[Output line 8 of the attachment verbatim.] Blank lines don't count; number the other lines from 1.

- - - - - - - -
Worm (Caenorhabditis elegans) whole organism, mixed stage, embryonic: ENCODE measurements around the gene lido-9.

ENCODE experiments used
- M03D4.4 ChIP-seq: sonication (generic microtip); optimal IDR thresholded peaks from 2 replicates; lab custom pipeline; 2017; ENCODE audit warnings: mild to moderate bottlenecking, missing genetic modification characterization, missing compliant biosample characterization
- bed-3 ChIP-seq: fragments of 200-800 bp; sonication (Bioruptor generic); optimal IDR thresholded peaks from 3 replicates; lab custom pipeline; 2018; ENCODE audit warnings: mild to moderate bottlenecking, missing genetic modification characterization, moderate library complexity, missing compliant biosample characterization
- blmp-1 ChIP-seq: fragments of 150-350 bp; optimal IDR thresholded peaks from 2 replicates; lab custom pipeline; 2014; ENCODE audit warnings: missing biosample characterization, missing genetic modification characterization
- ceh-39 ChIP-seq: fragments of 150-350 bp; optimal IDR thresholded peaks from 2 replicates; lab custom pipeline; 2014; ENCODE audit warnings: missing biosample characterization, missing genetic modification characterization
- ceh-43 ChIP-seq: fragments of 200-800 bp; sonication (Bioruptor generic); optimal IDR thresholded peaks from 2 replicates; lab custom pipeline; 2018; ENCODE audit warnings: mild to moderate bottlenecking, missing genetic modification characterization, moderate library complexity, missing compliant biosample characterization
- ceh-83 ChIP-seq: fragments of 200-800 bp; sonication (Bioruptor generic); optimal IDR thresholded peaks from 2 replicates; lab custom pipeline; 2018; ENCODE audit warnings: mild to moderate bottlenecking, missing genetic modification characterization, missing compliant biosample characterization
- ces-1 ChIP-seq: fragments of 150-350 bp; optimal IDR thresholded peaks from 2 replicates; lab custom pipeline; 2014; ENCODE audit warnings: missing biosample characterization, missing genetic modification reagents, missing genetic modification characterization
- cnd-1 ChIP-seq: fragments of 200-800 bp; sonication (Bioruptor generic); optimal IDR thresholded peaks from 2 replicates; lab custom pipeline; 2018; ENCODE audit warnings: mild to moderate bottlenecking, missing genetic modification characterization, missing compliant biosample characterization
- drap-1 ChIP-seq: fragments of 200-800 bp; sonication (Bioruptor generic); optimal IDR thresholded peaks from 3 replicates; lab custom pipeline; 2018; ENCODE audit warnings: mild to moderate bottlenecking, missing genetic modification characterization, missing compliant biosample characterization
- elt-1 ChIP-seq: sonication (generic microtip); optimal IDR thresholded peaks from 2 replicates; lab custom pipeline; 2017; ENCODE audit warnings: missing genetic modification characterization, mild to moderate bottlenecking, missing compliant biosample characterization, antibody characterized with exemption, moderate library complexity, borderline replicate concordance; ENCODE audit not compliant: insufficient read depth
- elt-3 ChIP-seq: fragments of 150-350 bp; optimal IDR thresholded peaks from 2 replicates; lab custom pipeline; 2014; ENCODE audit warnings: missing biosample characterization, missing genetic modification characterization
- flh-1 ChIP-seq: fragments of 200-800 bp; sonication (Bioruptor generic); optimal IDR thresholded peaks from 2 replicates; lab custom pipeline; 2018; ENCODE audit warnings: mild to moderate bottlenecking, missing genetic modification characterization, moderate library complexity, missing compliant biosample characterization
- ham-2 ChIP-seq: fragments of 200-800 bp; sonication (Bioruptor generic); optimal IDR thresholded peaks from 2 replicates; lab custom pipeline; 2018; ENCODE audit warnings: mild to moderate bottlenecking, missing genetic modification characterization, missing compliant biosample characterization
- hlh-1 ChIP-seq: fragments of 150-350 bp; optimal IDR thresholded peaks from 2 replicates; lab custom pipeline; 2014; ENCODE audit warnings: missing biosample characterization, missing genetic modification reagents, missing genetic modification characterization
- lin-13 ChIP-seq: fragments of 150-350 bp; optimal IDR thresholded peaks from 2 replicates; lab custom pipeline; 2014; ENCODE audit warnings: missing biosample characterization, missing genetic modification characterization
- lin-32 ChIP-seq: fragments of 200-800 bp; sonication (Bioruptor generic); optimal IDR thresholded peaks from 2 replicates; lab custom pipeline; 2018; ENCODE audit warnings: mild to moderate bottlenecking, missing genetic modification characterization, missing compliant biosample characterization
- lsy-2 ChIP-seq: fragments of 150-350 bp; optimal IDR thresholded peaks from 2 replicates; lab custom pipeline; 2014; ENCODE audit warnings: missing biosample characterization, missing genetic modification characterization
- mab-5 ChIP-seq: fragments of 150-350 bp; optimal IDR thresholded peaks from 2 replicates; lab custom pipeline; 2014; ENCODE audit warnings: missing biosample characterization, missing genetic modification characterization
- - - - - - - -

- ceh-83 ChIP-seq: fragments of 200-800 bp; sonication (Bioruptor generic); optimal IDR thresholded peaks from 2 replicates; lab custom pipeline; 2018; ENCODE audit warnings: mild to moderate bottlenecking, missing genetic modification characterization, missing compliant biosample characterization